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The Italic languages
Italic languages
are a subfamily of the Indo-European language family, originally spoken by Italic peoples. They include Latin
Latin
and its descendants (the Romance languages) as well as a number of extinct languages of the Italian Peninsula, including Umbrian, Oscan, Faliscan and South Picene. With over 800 million native speakers, the Italic languages
Italic languages
are the second most widely spoken branch of the Indo-European family, after the Indo-Iranian languages. In the past, various definitions of "Italic" have prevailed. This article uses the classification presented by the Linguist List:[2] Italic includes the Latin
Latin
subgroup ( Latin
Latin
and the Romance languages) as well as the ancient Italic languages
Italic languages
(Faliscan, Osco-Umbrian and two unclassified Italic languages, Aequian
Aequian
and Vestinian). Venetic (the language of the ancient Veneti), as revealed by its inscriptions, shared some similarities with the Italic languages
Italic languages
and is sometimes classified as Italic. However, since it also shares similarities with other Western Indo-European branches (particularly Celtic languages), some linguists prefer to consider it as an independent Indo-European language. In the extreme view, Italic did not exist, but the different groups descended directly from Indo-European and converged because of geographic contiguity. That view stems in part from the difficulty in identifying a common Italic homeland in prehistory.[3] In the intermediate view, the Italic languages
Italic languages
are one of the ten or eleven major subgroups of the Indo-European language family
Indo-European language family
and might therefore have had an ancestor, Common Italic or Proto-Italic from which its daughter languages descended. Moreover, there are similarities between major groups, but how the similarities are to be interpreted is one of the major debated issues in the historical linguistics of Indo-European. The linguist Calvert Watkins went so far as to suggest, among the ten major groups, a four-way division of East, West, North and South Indo-European. He considered them to be "dialectical divisions within Proto-Indo-European which go back to a period long before the speakers arrived in their historical areas of attestation".[4] It is not to be considered a nodular grouping; in other words, there was not necessarily any common west Indo-European serving as a node from which the subgroups branched but a hypothesised similarity between the dialects of Proto-Indo-European that developed into the recognised families.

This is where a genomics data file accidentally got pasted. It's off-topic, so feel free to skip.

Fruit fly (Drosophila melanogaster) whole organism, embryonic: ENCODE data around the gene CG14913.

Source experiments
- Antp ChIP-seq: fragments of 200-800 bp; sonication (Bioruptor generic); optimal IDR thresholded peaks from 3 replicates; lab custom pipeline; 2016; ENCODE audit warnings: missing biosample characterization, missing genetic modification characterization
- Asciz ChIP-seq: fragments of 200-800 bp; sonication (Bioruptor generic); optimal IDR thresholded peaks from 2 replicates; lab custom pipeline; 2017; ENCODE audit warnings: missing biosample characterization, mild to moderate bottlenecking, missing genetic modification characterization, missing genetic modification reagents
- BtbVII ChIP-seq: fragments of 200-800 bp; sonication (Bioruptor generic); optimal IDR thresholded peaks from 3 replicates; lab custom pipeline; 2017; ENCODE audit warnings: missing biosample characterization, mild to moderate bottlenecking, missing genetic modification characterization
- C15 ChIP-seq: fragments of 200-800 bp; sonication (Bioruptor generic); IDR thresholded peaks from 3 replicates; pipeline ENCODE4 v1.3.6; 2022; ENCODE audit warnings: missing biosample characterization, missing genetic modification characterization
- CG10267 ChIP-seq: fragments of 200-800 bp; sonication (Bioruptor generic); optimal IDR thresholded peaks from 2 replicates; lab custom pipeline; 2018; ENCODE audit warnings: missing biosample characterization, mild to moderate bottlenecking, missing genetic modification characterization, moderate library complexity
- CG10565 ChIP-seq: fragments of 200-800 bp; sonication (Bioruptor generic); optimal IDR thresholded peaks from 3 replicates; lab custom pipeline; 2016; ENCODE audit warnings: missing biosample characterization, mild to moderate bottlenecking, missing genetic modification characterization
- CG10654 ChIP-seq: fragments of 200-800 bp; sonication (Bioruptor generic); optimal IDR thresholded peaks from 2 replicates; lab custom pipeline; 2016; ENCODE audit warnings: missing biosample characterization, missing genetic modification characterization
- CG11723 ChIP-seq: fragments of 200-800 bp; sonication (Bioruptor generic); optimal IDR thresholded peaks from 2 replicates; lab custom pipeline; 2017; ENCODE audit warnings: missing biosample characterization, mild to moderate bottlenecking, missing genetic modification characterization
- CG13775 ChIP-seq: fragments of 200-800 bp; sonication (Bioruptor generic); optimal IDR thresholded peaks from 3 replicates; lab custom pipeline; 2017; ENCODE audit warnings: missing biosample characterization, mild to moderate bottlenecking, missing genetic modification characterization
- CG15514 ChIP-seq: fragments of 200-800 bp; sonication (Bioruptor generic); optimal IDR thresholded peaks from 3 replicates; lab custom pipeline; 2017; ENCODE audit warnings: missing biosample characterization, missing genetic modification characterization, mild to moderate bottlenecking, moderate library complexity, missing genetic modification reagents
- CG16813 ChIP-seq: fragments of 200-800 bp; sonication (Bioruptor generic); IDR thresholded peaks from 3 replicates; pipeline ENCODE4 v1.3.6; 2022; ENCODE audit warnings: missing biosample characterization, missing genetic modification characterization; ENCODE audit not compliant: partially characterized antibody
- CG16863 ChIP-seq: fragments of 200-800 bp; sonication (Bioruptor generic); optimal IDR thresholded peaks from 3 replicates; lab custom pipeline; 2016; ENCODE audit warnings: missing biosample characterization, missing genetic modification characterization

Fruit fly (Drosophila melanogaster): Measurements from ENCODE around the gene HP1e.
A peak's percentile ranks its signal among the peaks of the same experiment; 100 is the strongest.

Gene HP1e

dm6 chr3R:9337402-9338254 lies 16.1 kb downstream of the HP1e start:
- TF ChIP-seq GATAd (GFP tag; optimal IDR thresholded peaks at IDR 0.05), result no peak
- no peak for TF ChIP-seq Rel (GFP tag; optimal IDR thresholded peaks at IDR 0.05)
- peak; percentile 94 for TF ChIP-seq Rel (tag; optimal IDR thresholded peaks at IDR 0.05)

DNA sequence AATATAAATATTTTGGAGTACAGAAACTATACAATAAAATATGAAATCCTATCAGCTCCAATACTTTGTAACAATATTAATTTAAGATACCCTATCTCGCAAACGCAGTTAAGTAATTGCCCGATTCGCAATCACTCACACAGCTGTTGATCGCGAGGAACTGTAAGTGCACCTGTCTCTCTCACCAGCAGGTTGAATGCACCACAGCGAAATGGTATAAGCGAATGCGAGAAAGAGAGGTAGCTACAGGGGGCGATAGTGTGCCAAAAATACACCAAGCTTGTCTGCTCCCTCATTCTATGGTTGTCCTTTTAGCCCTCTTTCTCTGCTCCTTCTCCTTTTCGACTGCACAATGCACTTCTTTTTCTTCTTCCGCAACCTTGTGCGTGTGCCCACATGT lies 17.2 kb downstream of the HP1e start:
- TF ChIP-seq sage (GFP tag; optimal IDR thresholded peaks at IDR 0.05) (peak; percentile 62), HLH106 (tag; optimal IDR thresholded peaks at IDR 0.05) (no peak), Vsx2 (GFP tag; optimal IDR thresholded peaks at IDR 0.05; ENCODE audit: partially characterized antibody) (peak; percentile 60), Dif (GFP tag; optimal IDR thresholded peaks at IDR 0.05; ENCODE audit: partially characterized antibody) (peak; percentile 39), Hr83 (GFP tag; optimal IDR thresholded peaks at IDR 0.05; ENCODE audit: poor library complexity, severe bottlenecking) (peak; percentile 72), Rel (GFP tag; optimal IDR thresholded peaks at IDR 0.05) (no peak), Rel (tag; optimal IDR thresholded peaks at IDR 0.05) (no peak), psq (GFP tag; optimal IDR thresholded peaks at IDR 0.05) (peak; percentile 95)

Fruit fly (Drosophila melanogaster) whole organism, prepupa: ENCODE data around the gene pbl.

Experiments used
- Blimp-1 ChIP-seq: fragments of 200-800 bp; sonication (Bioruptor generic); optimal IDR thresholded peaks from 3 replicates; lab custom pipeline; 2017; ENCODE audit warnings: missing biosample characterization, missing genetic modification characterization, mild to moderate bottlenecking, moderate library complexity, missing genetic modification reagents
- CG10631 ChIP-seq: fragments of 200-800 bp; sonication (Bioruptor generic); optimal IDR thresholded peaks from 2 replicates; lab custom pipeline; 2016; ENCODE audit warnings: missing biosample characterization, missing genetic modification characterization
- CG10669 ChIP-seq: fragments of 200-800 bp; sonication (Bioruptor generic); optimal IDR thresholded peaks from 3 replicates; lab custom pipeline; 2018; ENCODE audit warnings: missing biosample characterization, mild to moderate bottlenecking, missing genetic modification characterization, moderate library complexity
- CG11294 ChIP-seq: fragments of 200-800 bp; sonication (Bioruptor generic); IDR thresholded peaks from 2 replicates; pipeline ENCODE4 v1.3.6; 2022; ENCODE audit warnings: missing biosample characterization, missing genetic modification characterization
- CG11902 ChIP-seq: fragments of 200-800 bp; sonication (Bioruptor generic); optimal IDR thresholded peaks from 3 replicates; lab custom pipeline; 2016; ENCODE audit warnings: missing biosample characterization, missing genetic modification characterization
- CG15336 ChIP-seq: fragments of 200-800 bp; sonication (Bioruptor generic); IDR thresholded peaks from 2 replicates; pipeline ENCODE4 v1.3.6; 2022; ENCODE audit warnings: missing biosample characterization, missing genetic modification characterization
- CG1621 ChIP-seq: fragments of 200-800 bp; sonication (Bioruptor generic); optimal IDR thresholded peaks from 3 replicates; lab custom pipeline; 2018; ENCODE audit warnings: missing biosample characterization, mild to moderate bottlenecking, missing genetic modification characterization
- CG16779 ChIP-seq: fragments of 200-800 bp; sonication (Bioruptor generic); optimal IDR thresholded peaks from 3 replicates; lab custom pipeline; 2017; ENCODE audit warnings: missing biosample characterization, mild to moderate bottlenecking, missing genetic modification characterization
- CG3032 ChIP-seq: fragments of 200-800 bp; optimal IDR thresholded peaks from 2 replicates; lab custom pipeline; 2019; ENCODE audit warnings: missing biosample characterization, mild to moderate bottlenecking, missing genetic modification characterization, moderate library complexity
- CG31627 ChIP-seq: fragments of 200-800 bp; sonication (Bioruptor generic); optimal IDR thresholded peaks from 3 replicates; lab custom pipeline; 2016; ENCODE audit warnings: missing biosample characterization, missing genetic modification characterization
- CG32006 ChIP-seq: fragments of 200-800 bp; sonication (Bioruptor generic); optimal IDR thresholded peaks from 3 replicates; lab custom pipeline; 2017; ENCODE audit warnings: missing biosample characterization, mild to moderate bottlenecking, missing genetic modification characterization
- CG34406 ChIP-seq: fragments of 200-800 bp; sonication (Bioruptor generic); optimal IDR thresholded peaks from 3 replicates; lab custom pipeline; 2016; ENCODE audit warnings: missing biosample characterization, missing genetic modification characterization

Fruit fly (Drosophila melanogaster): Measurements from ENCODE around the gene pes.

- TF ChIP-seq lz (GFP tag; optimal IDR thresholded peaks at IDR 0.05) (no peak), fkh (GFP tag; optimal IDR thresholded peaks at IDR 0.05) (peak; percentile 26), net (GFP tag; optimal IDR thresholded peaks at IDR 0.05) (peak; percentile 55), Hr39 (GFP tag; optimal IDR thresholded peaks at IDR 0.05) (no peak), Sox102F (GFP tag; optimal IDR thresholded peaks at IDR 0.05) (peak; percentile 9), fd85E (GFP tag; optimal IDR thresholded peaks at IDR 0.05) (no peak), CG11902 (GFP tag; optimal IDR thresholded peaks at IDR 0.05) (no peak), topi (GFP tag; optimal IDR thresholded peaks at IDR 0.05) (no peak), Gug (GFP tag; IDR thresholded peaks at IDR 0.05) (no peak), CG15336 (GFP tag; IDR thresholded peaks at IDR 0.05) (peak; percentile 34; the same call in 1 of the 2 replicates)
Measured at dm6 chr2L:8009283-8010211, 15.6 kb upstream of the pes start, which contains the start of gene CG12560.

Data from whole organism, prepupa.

Contents

1 Origins 2 Branches 3 Characteristics 4 See also 5 References 6 Bibliography 7 External links

Origins[edit]

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The main debate concerning the origin of the Italic languages
Italic languages
is the same as one that preoccupied Greek studies for the last half of the 20th century. The Indo-Europeanists for Greek had hypothesized (see Dorian invasion, Proto-Greek) that Greek originated outside Greece and was brought in by invaders. Analysis of the lexical items of Mycenaean Greek, an early form of Greek, raised the issue of whether Greek was formed within Greece from Indo-European elements brought in by migrants or by invaders, mixed with elements of indigenous languages. The issue was settled in favour of Greek being a language that developed from all of these elements but then also took its recognisable form all within Greece.[citation needed] A Proto-Italic homeland outside Italy
Italy
is just as elusive as the home of the hypothetical Greek-speaking invaders. No early form of Italic is available to match Mycenaean Greek. The Italic languages
Italic languages
are first attested in writing from Umbrian and Faliscan inscriptions from the 7th century BC. The alphabets used are based on the Old Italic alphabet, which is itself based on the Greek alphabet. The Italic alphabets themselves show minor influence from the Etruscan alphabet and somewhat more from the Ancient Greek alphabet. There is no guarantee that the intermediate phases between Italic and Indo-European will be found. The question of whether Italic originated outside Italy
Italy
or developed by assimilation of Indo-European and other elements within Italy, approximately on or within its current range there, remains. Silvestri says:[5]

...Common Italic... is certainly not to be seen as a prehistoric language that can largely be reconstructed, but rather as a set of prehistoric and proto-historic processes of convergence.

Bakkum defines Proto-Italic as a "chronological stage" without an independent development of its own, but extending over late Proto-Indo-European and the initial stages of Proto- Latin
Latin
and Proto-Sabellic. Meiser's dates of 4000 BC to 1800 BC, well before Mycenaean Greek, are described by him as "as good a guess as anyone's".[6] Gray and Atkinson come up by using their Bayesian phylogenetic model that the Italic branch separated from the Germanic branch 5500 years ago, roughly the start of the Bronze Age.[7] Branches[edit]

Languages of Central Italy
Italy
at the beginning of Roman expansion

The Italic family has two known branches:

Latino-Faliscan

Faliscan, which was spoken in the area around Falerii
Falerii
Veteres (modern Civita Castellana) north of the city of Rome Latin, which was spoken in west-central Italy. The Roman conquests eventually spread it throughout the peninsula and beyond, in the Roman Empire.

Romance languages, the descendants of Latin
Latin
(evolved dialects of Latin)

Osco-Umbrian or Sabellian:

Oscan, which was spoken in the south-central region of the Italian Peninsula Umbrian (not to be confused with the modern Umbrian dialect of Italian), which was spoken in the north-central region Volscian Marsian, the language of the Marsi South Picene, in east-central Italy Sabine in Lazio